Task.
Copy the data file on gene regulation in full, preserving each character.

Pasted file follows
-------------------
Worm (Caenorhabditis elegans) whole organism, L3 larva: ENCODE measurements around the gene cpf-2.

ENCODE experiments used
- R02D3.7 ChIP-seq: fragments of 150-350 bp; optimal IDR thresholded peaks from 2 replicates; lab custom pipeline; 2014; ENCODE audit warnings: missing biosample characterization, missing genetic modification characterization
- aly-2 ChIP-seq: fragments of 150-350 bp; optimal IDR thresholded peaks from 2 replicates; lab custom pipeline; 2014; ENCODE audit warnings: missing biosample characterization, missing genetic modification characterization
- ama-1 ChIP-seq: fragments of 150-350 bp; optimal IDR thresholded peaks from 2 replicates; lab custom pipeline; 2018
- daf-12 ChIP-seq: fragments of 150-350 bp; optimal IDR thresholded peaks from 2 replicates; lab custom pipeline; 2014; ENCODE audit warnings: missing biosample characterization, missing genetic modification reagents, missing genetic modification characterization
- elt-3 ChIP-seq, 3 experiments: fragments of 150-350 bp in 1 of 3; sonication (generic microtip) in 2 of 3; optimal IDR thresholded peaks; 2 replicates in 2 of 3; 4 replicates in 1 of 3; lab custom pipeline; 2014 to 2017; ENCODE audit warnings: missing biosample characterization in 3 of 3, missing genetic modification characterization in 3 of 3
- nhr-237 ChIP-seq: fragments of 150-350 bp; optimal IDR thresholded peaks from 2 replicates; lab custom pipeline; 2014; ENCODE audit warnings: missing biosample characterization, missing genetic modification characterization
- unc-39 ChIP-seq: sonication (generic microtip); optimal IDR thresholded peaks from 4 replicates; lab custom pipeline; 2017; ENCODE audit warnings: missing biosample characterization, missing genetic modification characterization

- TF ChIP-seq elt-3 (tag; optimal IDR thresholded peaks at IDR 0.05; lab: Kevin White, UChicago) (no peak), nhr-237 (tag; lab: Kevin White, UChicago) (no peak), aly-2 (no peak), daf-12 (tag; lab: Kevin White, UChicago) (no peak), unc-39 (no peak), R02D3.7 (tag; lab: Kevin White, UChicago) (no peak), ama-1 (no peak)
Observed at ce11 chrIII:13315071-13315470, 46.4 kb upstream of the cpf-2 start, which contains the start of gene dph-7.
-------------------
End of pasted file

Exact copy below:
Worm (Caenorhabditis elegans) whole organism, L3 larva: ENCODE measurements around the gene cpf-2.

ENCODE experiments used
- R02D3.7 ChIP-seq: fragments of 150-350 bp; optimal IDR thresholded peaks from 2 replicates; lab custom pipeline; 2014; ENCODE audit warnings: missing biosample characterization, missing genetic modification characterization
- aly-2 ChIP-seq: fragments of 150-350 bp; optimal IDR thresholded peaks from 2 replicates; lab custom pipeline; 2014; ENCODE audit warnings: missing biosample characterization, missing genetic modification characterization
- ama-1 ChIP-seq: fragments of 150-350 bp; optimal IDR thresholded peaks from 2 replicates; lab custom pipeline; 2018
- daf-12 ChIP-seq: fragments of 150-350 bp; optimal IDR thresholded peaks from 2 replicates; lab custom pipeline; 2014; ENCODE audit warnings: missing biosample characterization, missing genetic modification reagents, missing genetic modification characterization
- elt-3 ChIP-seq, 3 experiments: fragments of 150-350 bp in 1 of 3; sonication (generic microtip) in 2 of 3; optimal IDR thresholded peaks; 2 replicates in 2 of 3; 4 replicates in 1 of 3; lab custom pipeline; 2014 to 2017; ENCODE audit warnings: missing biosample characterization in 3 of 3, missing genetic modification characterization in 3 of 3
- nhr-237 ChIP-seq: fragments of 150-350 bp; optimal IDR thresholded peaks from 2 replicates; lab custom pipeline; 2014; ENCODE audit warnings: missing biosample characterization, missing genetic modification characterization
- unc-39 ChIP-seq: sonication (generic microtip); optimal IDR thresholded peaks from 4 replicates; lab custom pipeline; 2017; ENCODE audit warnings: missing biosample characterization, missing genetic modification characterization

- TF ChIP-seq elt-3 (tag; optimal IDR thresholded peaks at IDR 0.05; lab: Kevin White, UChicago) (no peak), nhr-237 (tag; lab: Kevin White, UChicago) (no peak), aly-2 (no peak), daf-12 (tag; lab: Kevin White, UChicago) (no peak), unc-39 (no peak), R02D3.7 (tag; lab: Kevin White, UChicago) (no peak), ama-1 (no peak)
Observed at ce11 chrIII:13315071-13315470, 46.4 kb upstream of the cpf-2 start, which contains the start of gene dph-7.